New submitter kju writes "The security blog of Verizon has the story of an investigation into unauthorized VPN access from China which led to unexpected findings. Investigators found invoices from a Chinese contractor who had actually done the work of the employee, who spent the day watching cat videos and visiting eBay and Facebook. The man had Fedexed his RSA token to the contractor and paid only about 1/5th of his income for the contracting service. Because he provided clean code on time, he was noted in his performance reviews to be the best programmer in the building. According to the article, the man had similar scams running with other companies."
An anonymous reader writes "I went to Best Buy the other day to get a new laptop for a client. I didn't realize till I got it home that they had broken the seal and opened the box. They put a sticker on the box that said, 'Inspected by Best Buy.' I found they had created the user profile, recovery disks, and installed a trial of Trend Antivirus. Seems to me this is more of a marketing agenda than inspection."
jfruhlinger writes "'Netflix Customers, Say Hello to Blockbuster' is the subject line of an email making the rounds trying to convince customers to switch services in the wake of Netflix's contentious price hike. The bankrupt video store chain is now owned by DirectTV and has its own streaming service. How did Blockbuster even get these email addresses? Are its services really going to be cheaper and/or better than Netflix's in the long run? Is 'You'll hate us less than Netflix' really a viable business model?" Relatedly, reader assertation asks, "Can anyone suggest a streaming movie service that has a selection comparable to Netflix and will run on a computer using GNU/Linux?"
Verdatum writes "Entertainment Weekly is one of many sites reporting the strong negative reaction from users of the new Netflix web interface. The new interface presents larger title images at the cost of visible ratings and the 'Sortable List' view. To see a suggested rating or view details, one must now first hover over each individual title. Netflix announced the new interface on Wednesday, in an official blog post. So far, the post has received thousands of negative comments, but only a few dozen comments by users believing the change is an improvement."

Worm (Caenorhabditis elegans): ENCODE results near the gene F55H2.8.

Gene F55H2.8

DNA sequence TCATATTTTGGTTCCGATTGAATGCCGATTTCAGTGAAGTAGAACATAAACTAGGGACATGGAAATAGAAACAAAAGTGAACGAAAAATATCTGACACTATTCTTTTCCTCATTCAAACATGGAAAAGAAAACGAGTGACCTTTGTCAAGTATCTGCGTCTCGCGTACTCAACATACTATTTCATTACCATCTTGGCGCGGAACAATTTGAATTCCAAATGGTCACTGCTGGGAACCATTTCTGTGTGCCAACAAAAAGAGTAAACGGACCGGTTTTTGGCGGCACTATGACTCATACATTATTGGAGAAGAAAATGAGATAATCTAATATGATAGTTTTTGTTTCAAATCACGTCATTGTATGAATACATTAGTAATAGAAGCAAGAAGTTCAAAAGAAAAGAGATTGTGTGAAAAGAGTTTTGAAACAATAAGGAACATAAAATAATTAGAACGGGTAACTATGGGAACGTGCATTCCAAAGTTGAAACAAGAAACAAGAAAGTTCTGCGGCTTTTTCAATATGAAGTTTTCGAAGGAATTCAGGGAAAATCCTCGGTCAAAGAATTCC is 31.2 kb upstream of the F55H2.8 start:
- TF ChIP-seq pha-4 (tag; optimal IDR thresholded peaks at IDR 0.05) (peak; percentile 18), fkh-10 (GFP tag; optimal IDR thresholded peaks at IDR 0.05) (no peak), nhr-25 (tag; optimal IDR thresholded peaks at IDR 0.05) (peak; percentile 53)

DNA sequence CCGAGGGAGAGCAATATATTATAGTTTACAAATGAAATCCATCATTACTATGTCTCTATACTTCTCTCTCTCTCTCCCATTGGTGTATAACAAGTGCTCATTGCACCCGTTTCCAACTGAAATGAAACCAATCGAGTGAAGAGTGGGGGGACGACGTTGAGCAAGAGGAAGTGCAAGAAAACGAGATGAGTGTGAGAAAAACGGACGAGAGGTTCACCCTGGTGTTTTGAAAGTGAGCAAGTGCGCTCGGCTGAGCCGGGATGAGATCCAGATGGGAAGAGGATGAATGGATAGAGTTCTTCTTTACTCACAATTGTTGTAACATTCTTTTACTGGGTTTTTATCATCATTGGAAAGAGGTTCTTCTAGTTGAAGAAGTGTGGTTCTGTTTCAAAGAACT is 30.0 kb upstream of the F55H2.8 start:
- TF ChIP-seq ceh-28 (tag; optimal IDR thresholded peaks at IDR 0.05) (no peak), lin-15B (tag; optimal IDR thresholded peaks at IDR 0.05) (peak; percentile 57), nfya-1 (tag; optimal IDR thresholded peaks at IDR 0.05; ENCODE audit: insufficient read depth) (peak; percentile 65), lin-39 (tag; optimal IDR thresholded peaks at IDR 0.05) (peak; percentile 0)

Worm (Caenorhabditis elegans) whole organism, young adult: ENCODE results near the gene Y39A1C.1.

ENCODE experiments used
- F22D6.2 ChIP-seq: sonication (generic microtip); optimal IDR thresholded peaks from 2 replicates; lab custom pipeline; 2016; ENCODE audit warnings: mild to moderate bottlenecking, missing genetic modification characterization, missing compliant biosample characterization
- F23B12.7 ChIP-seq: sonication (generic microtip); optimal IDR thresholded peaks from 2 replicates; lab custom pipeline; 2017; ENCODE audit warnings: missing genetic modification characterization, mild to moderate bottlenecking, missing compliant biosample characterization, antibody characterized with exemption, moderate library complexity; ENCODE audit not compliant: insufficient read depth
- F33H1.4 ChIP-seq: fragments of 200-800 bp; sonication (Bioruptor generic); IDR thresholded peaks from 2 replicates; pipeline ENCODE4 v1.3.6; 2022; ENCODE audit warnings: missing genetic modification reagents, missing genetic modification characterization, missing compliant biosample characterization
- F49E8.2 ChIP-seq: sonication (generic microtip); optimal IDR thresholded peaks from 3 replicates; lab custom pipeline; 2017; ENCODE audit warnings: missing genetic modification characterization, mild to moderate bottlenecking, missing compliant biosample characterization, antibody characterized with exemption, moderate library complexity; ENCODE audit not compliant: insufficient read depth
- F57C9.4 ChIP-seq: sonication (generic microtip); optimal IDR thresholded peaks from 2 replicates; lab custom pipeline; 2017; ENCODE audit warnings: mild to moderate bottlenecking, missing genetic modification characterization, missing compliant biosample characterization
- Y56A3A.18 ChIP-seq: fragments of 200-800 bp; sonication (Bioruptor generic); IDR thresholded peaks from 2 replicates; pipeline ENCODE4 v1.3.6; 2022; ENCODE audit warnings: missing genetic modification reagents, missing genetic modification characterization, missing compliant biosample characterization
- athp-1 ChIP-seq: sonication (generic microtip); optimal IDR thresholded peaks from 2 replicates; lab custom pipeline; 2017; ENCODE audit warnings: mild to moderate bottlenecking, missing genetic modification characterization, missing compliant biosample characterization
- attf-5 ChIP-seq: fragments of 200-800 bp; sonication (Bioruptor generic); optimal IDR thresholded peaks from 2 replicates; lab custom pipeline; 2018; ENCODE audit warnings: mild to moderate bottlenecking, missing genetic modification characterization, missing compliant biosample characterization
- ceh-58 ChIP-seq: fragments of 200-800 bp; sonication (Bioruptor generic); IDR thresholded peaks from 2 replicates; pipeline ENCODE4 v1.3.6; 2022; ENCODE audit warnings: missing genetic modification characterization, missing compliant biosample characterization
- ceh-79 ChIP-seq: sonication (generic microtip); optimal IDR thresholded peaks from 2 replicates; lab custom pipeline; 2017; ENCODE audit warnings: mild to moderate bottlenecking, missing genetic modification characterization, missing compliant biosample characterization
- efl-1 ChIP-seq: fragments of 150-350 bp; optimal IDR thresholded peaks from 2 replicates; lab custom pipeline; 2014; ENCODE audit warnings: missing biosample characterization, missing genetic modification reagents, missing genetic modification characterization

norriefc writes "Here in the UK super injunctions are all the rage. These are injunctions that bar the press from even mentioning that the injunctions exist. Recently a Twitter account exposed several of these super injunctions and named several people involved and what their alleged indiscretions were. Now one 'famous' soccer player is trying to sue Twitter and the yet to be named tweeters for invasion of privacy, apparently in ignorance of the Streisand effect. I'm doubtful of an American company paying much attention to UK anti-free-speech laws"
jfruhlinger writes "For some time there's been rumbling that Google's search results have been gummed up by low-quality pages from 'content farms,' written at low or no cost specifically to score high on common Google queries. Now it looks like the latest update to Google's search algorithm is having an effect, cutting into traffic to eHow (and cutting down the stock price of eHow's owner, Demand Media, in the process)."
An anonymous reader writes "Glenn Beck has told his viewers to do research, but to not use Google, because 'Google is pretty deeply in bed with the government.' He points to the fact that Google is having some problems overseas, as well as Jared Cohen. Cohen is Director of Google Ideas, has worked with the State Department, and has played a role in the 2009 unrest in Iran. He also mentions social networking in sinister undertones, asking if it's government propaganda."
schwit1 writes "The House failed to extend three key expiring provisions of the Patriot Act on Tuesday, elements granting the government broad and nearly unchecked surveillance power on its own public. The failure of the bill, sponsored by Rep. James F. Sensenbrenner Jr. (R-Wis), for the time being is likely to give airtime to competing measures in the Senate that would place limited checks on the act's broad surveillance powers. The White House, meanwhile, said it wanted the expiring measures extended through 2013."